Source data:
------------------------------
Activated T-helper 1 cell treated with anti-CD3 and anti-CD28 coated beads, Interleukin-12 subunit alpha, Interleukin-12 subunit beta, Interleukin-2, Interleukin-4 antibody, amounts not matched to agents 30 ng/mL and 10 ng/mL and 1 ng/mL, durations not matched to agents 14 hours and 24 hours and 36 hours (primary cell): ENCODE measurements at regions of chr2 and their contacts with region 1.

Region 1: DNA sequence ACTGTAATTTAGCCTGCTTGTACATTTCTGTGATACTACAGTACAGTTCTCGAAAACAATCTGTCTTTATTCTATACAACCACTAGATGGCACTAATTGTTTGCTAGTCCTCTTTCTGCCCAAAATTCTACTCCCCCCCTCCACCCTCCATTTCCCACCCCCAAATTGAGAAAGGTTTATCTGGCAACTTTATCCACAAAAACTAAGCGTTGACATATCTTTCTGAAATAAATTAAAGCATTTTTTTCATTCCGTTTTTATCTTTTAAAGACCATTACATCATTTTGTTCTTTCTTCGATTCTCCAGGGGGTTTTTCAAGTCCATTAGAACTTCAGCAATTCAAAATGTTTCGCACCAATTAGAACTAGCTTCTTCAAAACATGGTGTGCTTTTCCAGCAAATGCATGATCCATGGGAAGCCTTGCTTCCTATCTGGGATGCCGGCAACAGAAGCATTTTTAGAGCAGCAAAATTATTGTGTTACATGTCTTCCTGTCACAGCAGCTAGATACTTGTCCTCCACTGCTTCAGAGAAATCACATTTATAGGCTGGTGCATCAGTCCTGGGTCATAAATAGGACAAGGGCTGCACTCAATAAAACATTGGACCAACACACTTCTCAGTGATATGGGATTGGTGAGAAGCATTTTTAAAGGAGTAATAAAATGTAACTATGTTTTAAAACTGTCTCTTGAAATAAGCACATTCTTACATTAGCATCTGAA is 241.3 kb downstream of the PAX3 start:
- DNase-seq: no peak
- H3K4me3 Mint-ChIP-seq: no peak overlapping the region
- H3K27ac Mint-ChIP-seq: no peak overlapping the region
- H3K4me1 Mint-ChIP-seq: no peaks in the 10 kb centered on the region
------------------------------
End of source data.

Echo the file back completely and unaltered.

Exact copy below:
Activated T-helper 1 cell treated with anti-CD3 and anti-CD28 coated beads, Interleukin-12 subunit alpha, Interleukin-12 subunit beta, Interleukin-2, Interleukin-4 antibody, amounts not matched to agents 30 ng/mL and 10 ng/mL and 1 ng/mL, durations not matched to agents 14 hours and 24 hours and 36 hours (primary cell): ENCODE measurements at regions of chr2 and their contacts with region 1.

Region 1: DNA sequence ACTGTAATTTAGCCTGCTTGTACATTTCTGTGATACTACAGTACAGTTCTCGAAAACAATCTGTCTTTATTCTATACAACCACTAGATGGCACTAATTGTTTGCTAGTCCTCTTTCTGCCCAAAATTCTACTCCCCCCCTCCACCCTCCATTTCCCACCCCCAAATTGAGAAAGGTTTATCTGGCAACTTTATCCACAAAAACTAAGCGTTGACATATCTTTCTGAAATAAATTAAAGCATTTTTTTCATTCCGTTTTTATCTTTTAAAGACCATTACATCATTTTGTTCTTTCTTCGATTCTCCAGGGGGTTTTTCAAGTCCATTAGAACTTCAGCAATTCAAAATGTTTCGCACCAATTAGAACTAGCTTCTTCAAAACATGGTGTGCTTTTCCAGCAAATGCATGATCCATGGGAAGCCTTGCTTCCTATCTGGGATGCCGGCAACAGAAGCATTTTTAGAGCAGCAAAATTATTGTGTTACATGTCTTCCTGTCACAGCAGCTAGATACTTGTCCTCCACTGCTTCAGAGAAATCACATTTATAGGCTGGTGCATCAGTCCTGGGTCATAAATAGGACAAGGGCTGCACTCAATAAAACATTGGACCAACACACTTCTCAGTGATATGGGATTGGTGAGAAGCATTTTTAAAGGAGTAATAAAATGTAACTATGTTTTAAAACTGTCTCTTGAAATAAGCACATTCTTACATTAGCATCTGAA is 241.3 kb downstream of the PAX3 start:
- DNase-seq: no peak
- H3K4me3 Mint-ChIP-seq: no peak overlapping the region
- H3K27ac Mint-ChIP-seq: no peak overlapping the region
- H3K4me1 Mint-ChIP-seq: no peaks in the 10 kb centered on the region